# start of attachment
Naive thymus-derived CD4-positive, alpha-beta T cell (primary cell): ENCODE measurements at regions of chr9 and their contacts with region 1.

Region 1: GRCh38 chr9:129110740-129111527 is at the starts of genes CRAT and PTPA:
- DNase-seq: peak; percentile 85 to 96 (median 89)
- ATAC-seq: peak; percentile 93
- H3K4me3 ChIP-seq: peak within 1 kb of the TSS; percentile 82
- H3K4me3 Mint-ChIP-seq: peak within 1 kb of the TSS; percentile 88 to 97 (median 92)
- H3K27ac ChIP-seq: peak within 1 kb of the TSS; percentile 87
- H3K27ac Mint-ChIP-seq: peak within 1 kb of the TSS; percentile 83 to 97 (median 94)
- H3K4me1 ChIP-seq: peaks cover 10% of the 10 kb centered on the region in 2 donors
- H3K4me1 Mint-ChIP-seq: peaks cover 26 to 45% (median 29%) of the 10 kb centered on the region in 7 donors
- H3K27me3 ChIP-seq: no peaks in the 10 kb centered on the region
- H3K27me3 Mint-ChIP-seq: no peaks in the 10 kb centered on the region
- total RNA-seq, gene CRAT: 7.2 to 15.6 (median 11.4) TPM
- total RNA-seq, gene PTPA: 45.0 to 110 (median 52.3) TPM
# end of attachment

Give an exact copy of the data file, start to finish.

Naive thymus-derived CD4-positive, alpha-beta T cell (primary cell): ENCODE measurements at regions of chr9 and their contacts with region 1.

Region 1: GRCh38 chr9:129110740-129111527 is at the starts of genes CRAT and PTPA:
- DNase-seq: peak; percentile 85 to 96 (median 89)
- ATAC-seq: peak; percentile 93
- H3K4me3 ChIP-seq: peak within 1 kb of the TSS; percentile 82
- H3K4me3 Mint-ChIP-seq: peak within 1 kb of the TSS; percentile 88 to 97 (median 92)
- H3K27ac ChIP-seq: peak within 1 kb of the TSS; percentile 87
- H3K27ac Mint-ChIP-seq: peak within 1 kb of the TSS; percentile 83 to 97 (median 94)
- H3K4me1 ChIP-seq: peaks cover 10% of the 10 kb centered on the region in 2 donors
- H3K4me1 Mint-ChIP-seq: peaks cover 26 to 45% (median 29%) of the 10 kb centered on the region in 7 donors
- H3K27me3 ChIP-seq: no peaks in the 10 kb centered on the region
- H3K27me3 Mint-ChIP-seq: no peaks in the 10 kb centered on the region
- total RNA-seq, gene CRAT: 7.2 to 15.6 (median 11.4) TPM
- total RNA-seq, gene PTPA: 45.0 to 110 (median 52.3) TPM